“Quick Noah! Take these grenades just in case we need a diversion. I’ll look for more ammo.” Noah was turning toward me, but I was caught up in the game. I picked up three small limes prepared to tell him not to pull the stem too soon and tossed the first to him. Unfortunately, he wasn’t ready to catch the grenade/lime and it hit him squarely in the forehead (hard) before he stifled his yelp and we both chased the lime across the floor.
Feeling totally foolish, I put the limes back and Noah and I raced down the aisle as the produce man came closer. Yep, he had definitely seen my shenanigans. Ohh the embarrassment, but I couldn’t let Noah down!
We raced to the ice cream aisle where he was still laughing from getting pegged by the lime. I shook him and grabbed him by the collar of his shirt pushing him up against the giant freezer doors. “Get a hold of yourself man! This is no time for fun and games.”
A woman turned up our aisle, and I had to let Noah go, “Act like nothing happened,” I said out of the corner of my mouth. We picked out ice cream (which I felt at this point he had earned) and turned to exit the opposite side of the aisle to get the milk. The first woman was still approaching but now a second was coming straight at us.
“Oh no! We are surrounded!” I yanked open a freezer door and pushed Noah almost inside shielding him from the two innocent-looking women with my body. “I know you’re cold buddy.” I said to Noah, but trust me, I know these two and that little cold you feel is nothing compared to the laser ice crystals that they use to kill their earthly victims.”
I heard Noah giggle again.
Eventually, we made it to the milk, the bread, to the front lines, and we even paid for our groceries. On line, Noah refused to believe that the big wall above the cashier lines actually contained offices and that people could be watching us or preparing to swoop down on us at any minute, until almost on cue, a shadow of one of the store managers did move away from the shadowed glass. He had been standing above our line and I couldn’t help but cringe a bit wondering how much of our act he had seen.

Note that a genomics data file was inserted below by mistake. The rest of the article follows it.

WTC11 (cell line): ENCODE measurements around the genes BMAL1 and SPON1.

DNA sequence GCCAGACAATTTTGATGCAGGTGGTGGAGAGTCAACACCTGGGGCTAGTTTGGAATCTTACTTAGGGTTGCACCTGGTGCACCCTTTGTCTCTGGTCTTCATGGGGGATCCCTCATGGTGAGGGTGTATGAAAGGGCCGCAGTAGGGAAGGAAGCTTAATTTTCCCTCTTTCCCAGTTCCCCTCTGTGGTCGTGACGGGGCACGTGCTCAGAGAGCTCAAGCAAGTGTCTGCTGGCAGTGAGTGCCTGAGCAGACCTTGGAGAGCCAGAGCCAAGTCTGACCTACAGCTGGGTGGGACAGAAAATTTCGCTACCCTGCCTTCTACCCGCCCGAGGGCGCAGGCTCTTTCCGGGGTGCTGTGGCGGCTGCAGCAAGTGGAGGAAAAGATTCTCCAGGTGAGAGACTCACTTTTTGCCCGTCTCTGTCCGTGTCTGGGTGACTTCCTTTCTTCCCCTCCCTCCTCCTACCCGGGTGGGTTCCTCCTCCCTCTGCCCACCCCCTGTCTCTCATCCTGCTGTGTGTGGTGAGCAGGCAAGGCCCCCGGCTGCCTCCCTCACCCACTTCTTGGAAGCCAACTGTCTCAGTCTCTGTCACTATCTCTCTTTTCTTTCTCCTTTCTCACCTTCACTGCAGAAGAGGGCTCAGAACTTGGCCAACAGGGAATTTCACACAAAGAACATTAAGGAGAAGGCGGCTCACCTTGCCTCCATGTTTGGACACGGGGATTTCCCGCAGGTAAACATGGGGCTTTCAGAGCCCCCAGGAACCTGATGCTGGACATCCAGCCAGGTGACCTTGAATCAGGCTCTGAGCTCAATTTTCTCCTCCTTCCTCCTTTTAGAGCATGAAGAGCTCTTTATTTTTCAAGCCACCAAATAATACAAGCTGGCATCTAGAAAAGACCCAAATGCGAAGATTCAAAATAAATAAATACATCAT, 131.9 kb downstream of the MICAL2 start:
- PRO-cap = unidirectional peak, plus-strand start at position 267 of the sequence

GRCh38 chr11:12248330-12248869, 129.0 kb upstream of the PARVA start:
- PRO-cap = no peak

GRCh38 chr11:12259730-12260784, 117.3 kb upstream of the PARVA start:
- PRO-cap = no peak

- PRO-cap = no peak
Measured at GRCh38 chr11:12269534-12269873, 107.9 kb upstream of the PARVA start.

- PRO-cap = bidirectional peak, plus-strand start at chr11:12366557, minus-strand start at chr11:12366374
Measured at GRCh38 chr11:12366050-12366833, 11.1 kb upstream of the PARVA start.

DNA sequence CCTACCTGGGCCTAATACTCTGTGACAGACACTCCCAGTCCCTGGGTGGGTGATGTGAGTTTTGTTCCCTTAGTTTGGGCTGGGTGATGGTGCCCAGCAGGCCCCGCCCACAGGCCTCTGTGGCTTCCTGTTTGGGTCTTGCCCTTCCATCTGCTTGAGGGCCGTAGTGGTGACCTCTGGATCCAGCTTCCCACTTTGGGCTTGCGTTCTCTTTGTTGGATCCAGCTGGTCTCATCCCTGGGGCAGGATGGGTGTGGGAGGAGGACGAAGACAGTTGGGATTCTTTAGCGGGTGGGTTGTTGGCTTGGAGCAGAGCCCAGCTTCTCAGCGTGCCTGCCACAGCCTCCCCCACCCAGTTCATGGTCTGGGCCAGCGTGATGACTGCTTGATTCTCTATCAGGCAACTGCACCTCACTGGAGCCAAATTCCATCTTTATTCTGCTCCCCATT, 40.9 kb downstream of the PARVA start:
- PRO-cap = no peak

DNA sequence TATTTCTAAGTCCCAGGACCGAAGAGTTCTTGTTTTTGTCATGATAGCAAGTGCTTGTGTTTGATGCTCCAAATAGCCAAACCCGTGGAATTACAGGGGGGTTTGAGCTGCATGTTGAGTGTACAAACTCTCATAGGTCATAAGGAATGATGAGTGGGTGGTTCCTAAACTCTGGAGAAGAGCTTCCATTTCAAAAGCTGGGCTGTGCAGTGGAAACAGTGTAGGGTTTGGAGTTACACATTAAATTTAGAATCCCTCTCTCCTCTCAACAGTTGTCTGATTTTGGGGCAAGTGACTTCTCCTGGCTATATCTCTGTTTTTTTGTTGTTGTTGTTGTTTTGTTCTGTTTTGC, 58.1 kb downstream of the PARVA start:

We left the store hopping in a zigzag pattern being certain to avoid the colored floor tiles, some of which, I informed Noah, were actually laced with explosives containing millions of pounds of green Jell-O and others forced spaghetti to shoot out of people’s noses.
Unfortunately, in a ten-year old boy’s mind, nothing could be cooler than that and so he purposely started stepping on colored tiles. I explained to him that it was probably setting off hidden devices in stores in other parts of the world and green Jell-O and spaghetti were popping up in places that had never even heard of green Jell-O or spaghetti. He thought that was even cooler, and so I had to put him in a head lock and restrain him leaving the store.
One of the women who works there and who I often see while shopping caught us walking out this way and gave me a little smile. I’m not sure if she saw more of what we did inside or just this, but I smiled and winked back at her.
As we walked through the parking lot, arm in arm, like normal people again. I said to him, “And that’s why you never have to be afraid for me, Sweetie. I tell you I’m going to the store and other places, but really I am a very highly trained super specialist off on secret missions. Hey don’t tell your brothers ok?”
Noah laughed, “That’s exactly what I’m going to tell them! You are so funny, Mom. Thanks. I had fun in there!”
We opened up the car door. Kaleb was awake and immediately the boys started yelling in their cheerful, but loud boy way about how long we had taken.
I couldn’t blame them, “Sorry guys.” I looked at Noah and winked at him, “Our MISSION took longer than expected.”
Noah started laughing, “You guys should have seen it…”
Noah went on to tell about our adventure as I drove home happily listening to him recount the story with excitement in his little voice, which he did until someone noticed ice cream in the bag and shouts and cheers and calls for, “I get it first!” filled the car and the front lawn and the house, but Noah and I hung back from the older boys’ mad dash to get the first ice cream and walked in slowly together just enjoying the last few minutes together, and I was so thankful I hadn’t shut that door and that he had come in to the store with me. Somehow, I was no longer as cold or tired or hungry as I had been earlier. Somehow, as I walked in with this little child with the twinkling eyes and special, special grin, all was right with the world
Later, I would thank God no one had called the police on me for shoving Noah in the cooler or putting him in a headlock or throwing limes at his face, but for now, we were just having fun. I was letting him be a kid. I was being Super Mom, someone who could have fun instead of being tired and working all the time, and most of all, someone who he didn’t have to worry about. I was going to always be someone who could protect him.